We invited our group today to spend time writing and answering the following prompt:
Imagine, you meet your ancestor, either the one who migrated or even further back, and you look just like one another. Let’s write about that encounter.

What challenges do they face? What’s their character like? What do they sound like? What are their dreams? What are their assets? Their fears? What’s their magic? What do they think about the US? What do they think you about you? Your life? Your identities? Your struggles? Your fight for social justice? What questions do they have for you?What’s different about your lives? What’s the same about your lives? What power did they pass on to you?

Below are pieces that were written today:

La Mama looked just like me. Hopefully, but full of pain. She didn’t know how her eleven children would survive in the world. They lived in poverty, something she worked against since she could remember. But she always took the time to show her children compassion. She used to say, “here take the food off my plate, I will be skinny for you.” Her children saw her fears, they knew how hard she worked. She wanted her children to live happy, to survive the world they were born into. She prayed and prayed but realized but realized it wasn’t enough. She had heard of an Inca’s secret journey, which many said, “with a sacrifice of the heart would grant the seeker anything they desired.” So La Mama told me, “there is nothing I wouldn’t do for my children and their future!” She began her journey into the mountains after having fed her children and only half a bread in her stomach. She had to take her youngest because she couldn’t stand to be separated from her mother.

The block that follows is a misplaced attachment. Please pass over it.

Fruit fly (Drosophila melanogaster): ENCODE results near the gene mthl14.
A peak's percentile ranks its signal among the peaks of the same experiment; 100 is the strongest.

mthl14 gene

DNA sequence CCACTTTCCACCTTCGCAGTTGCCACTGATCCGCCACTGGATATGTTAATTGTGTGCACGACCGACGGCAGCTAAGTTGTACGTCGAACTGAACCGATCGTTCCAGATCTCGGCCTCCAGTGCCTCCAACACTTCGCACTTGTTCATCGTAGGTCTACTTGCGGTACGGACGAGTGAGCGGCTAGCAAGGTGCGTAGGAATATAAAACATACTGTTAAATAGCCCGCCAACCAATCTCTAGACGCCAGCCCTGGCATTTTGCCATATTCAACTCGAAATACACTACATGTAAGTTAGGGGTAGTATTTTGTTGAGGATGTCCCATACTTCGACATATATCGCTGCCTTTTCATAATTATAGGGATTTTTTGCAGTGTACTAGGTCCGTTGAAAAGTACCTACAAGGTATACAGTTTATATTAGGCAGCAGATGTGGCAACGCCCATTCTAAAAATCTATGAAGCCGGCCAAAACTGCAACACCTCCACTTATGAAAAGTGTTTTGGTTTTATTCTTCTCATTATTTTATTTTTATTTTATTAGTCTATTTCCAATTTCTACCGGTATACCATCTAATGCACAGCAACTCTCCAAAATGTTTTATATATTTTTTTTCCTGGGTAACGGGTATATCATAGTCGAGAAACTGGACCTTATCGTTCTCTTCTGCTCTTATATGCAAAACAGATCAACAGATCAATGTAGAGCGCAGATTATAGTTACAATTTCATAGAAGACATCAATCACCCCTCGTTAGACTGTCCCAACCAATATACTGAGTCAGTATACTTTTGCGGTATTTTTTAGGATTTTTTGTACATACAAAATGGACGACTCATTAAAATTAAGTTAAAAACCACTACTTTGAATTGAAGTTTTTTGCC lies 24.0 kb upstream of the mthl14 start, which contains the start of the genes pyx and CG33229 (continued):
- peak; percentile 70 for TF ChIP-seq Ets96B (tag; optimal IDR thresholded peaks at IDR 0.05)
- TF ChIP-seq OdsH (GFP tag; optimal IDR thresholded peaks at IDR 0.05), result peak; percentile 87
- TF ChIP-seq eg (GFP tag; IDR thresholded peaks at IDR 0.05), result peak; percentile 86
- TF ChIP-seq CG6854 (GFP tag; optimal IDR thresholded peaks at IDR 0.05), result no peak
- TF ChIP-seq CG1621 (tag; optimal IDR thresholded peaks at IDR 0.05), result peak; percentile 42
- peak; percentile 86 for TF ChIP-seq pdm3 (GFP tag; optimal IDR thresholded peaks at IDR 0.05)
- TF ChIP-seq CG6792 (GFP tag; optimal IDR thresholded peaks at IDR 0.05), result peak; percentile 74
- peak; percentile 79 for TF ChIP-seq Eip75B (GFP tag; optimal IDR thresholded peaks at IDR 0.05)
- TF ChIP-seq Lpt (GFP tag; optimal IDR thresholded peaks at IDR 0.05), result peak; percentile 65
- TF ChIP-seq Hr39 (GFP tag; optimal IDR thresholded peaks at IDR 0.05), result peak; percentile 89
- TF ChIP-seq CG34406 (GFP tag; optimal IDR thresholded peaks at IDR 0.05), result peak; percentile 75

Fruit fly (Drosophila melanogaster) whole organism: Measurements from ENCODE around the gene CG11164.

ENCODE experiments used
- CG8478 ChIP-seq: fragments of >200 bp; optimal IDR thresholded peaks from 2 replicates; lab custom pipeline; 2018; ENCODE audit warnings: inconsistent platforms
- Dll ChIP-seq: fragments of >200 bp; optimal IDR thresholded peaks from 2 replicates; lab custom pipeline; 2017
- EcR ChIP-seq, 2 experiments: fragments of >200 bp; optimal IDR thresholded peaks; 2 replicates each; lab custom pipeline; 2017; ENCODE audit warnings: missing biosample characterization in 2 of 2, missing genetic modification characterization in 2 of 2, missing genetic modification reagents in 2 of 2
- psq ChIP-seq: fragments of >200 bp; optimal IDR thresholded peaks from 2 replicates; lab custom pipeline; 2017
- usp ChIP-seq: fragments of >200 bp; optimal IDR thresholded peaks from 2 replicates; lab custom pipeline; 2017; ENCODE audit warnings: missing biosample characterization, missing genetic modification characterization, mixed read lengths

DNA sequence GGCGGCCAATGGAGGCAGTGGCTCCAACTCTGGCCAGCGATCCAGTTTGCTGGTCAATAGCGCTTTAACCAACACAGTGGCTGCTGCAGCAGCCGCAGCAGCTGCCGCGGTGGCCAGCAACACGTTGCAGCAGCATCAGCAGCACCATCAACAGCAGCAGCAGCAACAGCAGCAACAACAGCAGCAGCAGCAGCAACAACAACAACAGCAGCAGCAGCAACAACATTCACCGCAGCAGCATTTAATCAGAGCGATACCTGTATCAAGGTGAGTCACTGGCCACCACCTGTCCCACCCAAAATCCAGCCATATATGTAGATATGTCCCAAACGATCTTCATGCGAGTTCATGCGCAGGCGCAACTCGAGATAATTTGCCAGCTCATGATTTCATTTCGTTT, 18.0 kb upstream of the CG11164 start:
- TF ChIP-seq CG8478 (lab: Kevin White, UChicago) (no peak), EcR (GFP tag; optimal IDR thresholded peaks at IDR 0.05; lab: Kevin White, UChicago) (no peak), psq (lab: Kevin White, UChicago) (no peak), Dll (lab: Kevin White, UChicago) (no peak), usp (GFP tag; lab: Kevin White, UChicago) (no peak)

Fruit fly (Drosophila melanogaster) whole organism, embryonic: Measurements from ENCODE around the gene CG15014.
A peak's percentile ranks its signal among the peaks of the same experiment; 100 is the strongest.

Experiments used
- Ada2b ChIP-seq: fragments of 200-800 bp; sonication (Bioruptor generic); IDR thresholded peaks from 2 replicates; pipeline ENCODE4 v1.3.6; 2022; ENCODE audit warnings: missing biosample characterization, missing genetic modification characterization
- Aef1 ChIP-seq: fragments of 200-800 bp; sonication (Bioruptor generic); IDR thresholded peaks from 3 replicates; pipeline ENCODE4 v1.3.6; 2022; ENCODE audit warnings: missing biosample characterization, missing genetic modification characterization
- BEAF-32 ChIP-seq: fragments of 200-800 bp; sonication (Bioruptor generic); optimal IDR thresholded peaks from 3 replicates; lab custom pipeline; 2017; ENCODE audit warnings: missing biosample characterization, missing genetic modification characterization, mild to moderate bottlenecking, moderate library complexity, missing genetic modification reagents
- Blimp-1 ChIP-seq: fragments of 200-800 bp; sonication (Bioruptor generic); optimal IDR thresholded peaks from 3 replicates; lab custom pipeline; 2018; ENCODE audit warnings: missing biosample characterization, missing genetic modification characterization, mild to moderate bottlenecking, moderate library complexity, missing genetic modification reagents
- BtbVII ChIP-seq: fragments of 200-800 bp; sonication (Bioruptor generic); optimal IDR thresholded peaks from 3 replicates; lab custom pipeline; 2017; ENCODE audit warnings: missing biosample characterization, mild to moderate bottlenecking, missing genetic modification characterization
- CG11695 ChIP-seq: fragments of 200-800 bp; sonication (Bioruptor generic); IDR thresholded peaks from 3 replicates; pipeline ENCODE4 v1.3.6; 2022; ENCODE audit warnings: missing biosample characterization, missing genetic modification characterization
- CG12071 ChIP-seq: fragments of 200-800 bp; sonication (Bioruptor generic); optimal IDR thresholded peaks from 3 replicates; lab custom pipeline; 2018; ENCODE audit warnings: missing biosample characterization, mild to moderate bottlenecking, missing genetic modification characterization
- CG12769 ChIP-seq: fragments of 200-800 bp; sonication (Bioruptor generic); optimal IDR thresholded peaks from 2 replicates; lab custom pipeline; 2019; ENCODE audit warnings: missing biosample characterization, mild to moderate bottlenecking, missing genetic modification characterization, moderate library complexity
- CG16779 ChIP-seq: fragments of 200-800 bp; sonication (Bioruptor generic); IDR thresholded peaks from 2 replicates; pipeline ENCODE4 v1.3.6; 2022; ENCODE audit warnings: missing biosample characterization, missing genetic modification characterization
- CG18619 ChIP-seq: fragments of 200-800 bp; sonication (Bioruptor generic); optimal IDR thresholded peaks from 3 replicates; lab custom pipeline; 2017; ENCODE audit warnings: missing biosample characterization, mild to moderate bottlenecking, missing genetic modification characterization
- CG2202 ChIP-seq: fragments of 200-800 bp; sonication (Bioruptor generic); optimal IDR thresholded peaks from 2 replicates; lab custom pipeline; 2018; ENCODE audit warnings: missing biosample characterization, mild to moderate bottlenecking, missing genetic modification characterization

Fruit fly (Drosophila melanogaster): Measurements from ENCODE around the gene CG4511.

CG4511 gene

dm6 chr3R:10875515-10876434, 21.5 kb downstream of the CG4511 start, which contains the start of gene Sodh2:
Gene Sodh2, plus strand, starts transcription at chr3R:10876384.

The road was cold, lonely, and many people along the way told La Mama that she would never find the secret passage. They asked her “why are you going when you know it’s going to be hard.” “Why don’t you just go home, don’t waste your time!! But she ignored them held tightly to her last born and kept moving. At nightfall as she finally put her baby to sleep on a couple of panchos on the rocky road. She cried.- She said this was the time she began to ask the night abyss surrounding her. “What if I can’t find it? What if it’s not real? She couldn’t imagine the passage, she couldn’t even fathom the idea of a solution out of poverty. She kept long into the night of a solution out of poverty. She wept long into the night, she cried herself to sleep. When she woke her daughter was gone. La Mama began screaming her name, angry at herself for believing in the secret passage. She just wanted to find her daughter and leave the unforgiving mountains.

In the distance she heard the echo of her daughter’s voice. She followed it, the sand led her into a cave just above her camp. She heard her daughter laughing and happy, her heart finally felt like it was back in her chest. She walked deeper into the cave unable to see a thing. She tripped over a rock and hit her head and immediately began to bleed. Out of her spilled blood unto the floor a red rose formed and more buds bloomed around La Mama. The bloodied ground shined bright red and lead her deeper into the cave, where she found her child unharmed and sleeping.

Suddenly, a shadowy, small figure emerged from above her child. La Mama was frightened and quickly grasped her child to safety. The figured stood very still and stared back at La Mama, then the child and gazed back at La Mama. The figure then spoke, “ why are you here?” La Mama replied, “I came to look for my child. The figure replied, “why did you venture this far away from your home and people?. La Mama explained, I came into the mountains in hopes to find the secret passage.” The shadow questioned, “why?” La Mama bursted into tears and after a few deep breaths to compose herself she exclaimed, “I want my children to have a future and survive and live long prosperous life! In the world of U.S Colonialism, Ecuador is losing so much, making it impossible to survive. People like us, brown, poor, and “uneducated”, live to work the lands and resources so others who benefit from this system can then harvest our labor and live comfortably. “I just want comfort and security for my children.”

I believe my children will become a force in the world for people like us. I want them to be in place where they can help others. I believe in my children and I would do anything for them.” The figure didn’t say anything as La Mama’s steady stream of tears began to fill and flood the cave with her sorrow. The figure touched her sleeping child’s forehead and said, “Mama, your children will all survive, flourish and give back to their community. This I can promise you. You need not to travel far and wide to fulfill this wish.” It is within, it will always be within your life.



Brittany F.